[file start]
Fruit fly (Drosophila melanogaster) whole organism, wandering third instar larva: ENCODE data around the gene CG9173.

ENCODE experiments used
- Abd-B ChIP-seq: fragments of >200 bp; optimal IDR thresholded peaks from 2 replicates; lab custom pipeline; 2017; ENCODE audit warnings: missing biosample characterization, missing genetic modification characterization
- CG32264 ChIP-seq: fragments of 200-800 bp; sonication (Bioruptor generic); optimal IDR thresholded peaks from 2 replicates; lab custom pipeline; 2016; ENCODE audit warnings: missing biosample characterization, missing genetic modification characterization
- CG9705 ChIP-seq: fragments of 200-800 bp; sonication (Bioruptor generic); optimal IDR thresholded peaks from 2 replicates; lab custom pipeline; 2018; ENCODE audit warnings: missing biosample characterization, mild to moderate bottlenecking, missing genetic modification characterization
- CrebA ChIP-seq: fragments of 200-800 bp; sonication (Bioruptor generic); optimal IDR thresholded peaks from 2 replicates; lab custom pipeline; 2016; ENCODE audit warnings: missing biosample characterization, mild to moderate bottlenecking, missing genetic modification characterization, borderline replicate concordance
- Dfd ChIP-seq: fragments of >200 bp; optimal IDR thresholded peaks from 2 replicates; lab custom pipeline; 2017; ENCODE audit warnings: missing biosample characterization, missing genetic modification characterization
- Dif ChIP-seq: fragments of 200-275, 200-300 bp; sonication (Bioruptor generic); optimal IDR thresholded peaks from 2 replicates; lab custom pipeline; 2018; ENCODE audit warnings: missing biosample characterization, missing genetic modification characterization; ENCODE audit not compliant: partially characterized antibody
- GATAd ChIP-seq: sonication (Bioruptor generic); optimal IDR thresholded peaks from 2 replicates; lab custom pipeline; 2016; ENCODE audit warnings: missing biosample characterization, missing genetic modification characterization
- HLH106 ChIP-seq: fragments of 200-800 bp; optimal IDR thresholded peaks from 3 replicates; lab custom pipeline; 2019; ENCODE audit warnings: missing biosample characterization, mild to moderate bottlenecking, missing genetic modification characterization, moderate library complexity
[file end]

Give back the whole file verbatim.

Fruit fly (Drosophila melanogaster) whole organism, wandering third instar larva: ENCODE data around the gene CG9173.

ENCODE experiments used
- Abd-B ChIP-seq: fragments of >200 bp; optimal IDR thresholded peaks from 2 replicates; lab custom pipeline; 2017; ENCODE audit warnings: missing biosample characterization, missing genetic modification characterization
- CG32264 ChIP-seq: fragments of 200-800 bp; sonication (Bioruptor generic); optimal IDR thresholded peaks from 2 replicates; lab custom pipeline; 2016; ENCODE audit warnings: missing biosample characterization, missing genetic modification characterization
- CG9705 ChIP-seq: fragments of 200-800 bp; sonication (Bioruptor generic); optimal IDR thresholded peaks from 2 replicates; lab custom pipeline; 2018; ENCODE audit warnings: missing biosample characterization, mild to moderate bottlenecking, missing genetic modification characterization
- CrebA ChIP-seq: fragments of 200-800 bp; sonication (Bioruptor generic); optimal IDR thresholded peaks from 2 replicates; lab custom pipeline; 2016; ENCODE audit warnings: missing biosample characterization, mild to moderate bottlenecking, missing genetic modification characterization, borderline replicate concordance
- Dfd ChIP-seq: fragments of >200 bp; optimal IDR thresholded peaks from 2 replicates; lab custom pipeline; 2017; ENCODE audit warnings: missing biosample characterization, missing genetic modification characterization
- Dif ChIP-seq: fragments of 200-275, 200-300 bp; sonication (Bioruptor generic); optimal IDR thresholded peaks from 2 replicates; lab custom pipeline; 2018; ENCODE audit warnings: missing biosample characterization, missing genetic modification characterization; ENCODE audit not compliant: partially characterized antibody
- GATAd ChIP-seq: sonication (Bioruptor generic); optimal IDR thresholded peaks from 2 replicates; lab custom pipeline; 2016; ENCODE audit warnings: missing biosample characterization, missing genetic modification characterization
- HLH106 ChIP-seq: fragments of 200-800 bp; optimal IDR thresholded peaks from 3 replicates; lab custom pipeline; 2019; ENCODE audit warnings: missing biosample characterization, mild to moderate bottlenecking, missing genetic modification characterization, moderate library complexity